Between falling test scores and rising rates of mental illness, U.S. kids are not alright.

COVID-19 is an easy villain, but signs of strain were showing up well before this virus took hold: Anxiety among children was up 27% and depression 24% between 2016 and 2019, according to data from the National Survey of Children’s Health. Global, national and city-level studies show the pandemic exacerbated an already worrisome trend.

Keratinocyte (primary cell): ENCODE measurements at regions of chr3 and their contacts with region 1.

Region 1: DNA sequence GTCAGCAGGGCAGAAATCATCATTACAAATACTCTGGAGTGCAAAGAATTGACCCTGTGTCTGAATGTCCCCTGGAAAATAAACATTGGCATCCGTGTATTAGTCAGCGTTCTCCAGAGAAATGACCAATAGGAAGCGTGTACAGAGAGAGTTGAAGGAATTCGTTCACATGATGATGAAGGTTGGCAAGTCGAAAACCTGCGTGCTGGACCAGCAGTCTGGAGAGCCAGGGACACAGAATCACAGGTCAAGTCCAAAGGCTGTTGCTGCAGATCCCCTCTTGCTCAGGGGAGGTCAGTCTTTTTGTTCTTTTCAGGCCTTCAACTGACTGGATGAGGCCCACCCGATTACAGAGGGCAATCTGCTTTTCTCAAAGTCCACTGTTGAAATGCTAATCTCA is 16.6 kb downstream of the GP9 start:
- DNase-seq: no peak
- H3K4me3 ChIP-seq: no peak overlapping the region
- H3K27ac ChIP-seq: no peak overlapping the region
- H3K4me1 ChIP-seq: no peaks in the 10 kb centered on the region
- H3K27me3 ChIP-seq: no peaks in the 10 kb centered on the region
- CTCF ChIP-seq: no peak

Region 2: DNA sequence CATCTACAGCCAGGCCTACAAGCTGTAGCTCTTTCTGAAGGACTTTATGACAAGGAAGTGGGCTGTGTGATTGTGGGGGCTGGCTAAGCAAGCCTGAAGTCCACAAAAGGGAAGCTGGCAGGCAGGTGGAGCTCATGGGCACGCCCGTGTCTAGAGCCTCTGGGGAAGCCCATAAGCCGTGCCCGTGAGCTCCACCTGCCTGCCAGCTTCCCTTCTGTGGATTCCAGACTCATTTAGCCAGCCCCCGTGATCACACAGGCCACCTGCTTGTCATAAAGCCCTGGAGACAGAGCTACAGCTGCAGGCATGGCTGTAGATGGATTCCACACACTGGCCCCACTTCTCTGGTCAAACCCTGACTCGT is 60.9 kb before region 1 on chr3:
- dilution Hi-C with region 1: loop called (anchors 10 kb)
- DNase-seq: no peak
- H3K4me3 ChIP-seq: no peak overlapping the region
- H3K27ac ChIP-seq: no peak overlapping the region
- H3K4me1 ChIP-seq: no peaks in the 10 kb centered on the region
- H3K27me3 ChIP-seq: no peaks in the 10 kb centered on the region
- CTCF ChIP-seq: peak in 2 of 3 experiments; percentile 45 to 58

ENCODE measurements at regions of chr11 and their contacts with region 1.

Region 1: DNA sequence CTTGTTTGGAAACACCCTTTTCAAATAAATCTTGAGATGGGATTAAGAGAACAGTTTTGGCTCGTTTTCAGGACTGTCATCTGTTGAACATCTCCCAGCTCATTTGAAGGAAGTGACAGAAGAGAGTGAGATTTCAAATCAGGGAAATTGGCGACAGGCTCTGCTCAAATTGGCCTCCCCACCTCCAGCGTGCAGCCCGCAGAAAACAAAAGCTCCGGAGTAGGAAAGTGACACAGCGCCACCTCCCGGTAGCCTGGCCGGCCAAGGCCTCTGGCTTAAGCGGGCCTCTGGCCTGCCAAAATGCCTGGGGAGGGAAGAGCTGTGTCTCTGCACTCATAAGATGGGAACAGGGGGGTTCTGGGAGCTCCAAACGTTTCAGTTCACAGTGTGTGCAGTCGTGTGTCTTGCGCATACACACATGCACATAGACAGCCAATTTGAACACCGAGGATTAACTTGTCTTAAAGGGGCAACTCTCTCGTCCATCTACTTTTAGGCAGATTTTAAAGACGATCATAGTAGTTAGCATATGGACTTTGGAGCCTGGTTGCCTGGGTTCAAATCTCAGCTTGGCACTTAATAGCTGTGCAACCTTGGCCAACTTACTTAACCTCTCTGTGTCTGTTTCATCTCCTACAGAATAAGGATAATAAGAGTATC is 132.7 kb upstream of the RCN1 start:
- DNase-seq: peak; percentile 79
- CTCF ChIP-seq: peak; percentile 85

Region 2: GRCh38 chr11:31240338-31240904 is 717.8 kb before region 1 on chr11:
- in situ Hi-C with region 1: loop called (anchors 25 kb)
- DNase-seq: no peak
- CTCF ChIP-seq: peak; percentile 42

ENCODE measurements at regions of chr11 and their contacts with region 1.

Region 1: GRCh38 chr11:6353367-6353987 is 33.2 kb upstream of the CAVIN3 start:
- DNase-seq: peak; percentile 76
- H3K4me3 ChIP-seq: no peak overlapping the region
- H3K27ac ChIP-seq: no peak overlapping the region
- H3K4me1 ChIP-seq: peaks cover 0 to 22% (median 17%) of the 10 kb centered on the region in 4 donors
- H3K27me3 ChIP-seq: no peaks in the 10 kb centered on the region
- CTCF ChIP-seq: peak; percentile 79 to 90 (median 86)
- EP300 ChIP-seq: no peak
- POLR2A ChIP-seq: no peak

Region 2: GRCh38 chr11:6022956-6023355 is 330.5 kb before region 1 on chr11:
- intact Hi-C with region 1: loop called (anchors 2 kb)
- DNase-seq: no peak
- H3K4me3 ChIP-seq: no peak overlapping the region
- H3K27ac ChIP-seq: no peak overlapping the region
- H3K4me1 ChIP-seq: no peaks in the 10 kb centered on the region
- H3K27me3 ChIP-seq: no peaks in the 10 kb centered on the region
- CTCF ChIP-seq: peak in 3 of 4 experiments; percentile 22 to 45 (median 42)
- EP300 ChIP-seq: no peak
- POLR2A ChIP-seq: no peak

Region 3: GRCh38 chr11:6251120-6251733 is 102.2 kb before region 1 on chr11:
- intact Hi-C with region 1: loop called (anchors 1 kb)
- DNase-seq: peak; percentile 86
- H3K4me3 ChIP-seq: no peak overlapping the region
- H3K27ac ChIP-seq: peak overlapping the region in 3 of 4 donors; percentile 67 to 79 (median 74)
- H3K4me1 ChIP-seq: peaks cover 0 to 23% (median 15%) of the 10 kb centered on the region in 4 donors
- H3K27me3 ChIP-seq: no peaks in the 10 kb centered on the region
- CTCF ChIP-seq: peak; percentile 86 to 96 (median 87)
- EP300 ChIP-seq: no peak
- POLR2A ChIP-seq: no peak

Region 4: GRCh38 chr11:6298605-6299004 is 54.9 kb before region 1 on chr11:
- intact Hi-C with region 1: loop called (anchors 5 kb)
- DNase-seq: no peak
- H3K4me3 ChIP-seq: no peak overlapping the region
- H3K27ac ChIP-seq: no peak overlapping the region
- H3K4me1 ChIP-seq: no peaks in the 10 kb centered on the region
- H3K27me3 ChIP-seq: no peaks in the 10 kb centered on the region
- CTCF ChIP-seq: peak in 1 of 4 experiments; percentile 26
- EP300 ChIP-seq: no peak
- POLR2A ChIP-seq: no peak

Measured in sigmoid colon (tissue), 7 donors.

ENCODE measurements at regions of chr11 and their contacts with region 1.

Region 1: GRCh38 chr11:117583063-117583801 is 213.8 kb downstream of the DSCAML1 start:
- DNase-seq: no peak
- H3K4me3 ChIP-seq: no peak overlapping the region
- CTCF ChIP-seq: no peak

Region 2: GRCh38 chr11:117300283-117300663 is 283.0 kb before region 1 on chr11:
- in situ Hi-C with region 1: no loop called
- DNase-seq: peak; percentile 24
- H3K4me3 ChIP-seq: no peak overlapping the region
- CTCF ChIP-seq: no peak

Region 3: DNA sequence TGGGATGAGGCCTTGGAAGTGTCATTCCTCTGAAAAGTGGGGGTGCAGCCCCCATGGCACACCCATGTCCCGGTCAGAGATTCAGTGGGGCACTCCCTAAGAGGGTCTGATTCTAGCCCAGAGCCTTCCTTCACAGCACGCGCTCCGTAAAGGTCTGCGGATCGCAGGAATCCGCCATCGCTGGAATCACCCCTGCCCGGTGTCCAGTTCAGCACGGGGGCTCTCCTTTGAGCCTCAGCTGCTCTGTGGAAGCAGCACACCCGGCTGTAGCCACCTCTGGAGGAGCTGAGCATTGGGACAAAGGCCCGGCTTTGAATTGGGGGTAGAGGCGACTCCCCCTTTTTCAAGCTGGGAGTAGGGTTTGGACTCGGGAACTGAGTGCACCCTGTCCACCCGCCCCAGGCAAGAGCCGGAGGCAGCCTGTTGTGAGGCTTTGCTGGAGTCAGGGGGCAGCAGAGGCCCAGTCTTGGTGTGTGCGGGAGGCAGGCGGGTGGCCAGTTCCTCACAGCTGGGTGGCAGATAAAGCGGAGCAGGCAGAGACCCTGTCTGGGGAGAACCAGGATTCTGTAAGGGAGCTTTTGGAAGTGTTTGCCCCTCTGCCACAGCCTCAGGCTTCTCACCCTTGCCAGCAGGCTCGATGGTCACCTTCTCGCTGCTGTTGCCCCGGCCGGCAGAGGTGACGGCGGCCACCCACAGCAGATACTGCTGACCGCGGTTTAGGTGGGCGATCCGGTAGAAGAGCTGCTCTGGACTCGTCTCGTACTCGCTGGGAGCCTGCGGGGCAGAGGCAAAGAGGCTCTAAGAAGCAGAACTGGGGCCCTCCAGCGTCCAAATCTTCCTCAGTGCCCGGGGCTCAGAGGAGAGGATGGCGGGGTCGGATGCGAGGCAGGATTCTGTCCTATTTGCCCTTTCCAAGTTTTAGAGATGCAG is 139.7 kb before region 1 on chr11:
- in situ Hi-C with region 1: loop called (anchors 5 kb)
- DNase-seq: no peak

The U.S. Preventative Services Task Force — affiliated with the U.S. Surgeon General’s office — recently took a needed first step in addressing the issue by recommending that all children 8 and older be screened for anxiety. That’s a crucial advance, but to truly help kids, sufficient resources and support need to live on the other side of any diagnoses.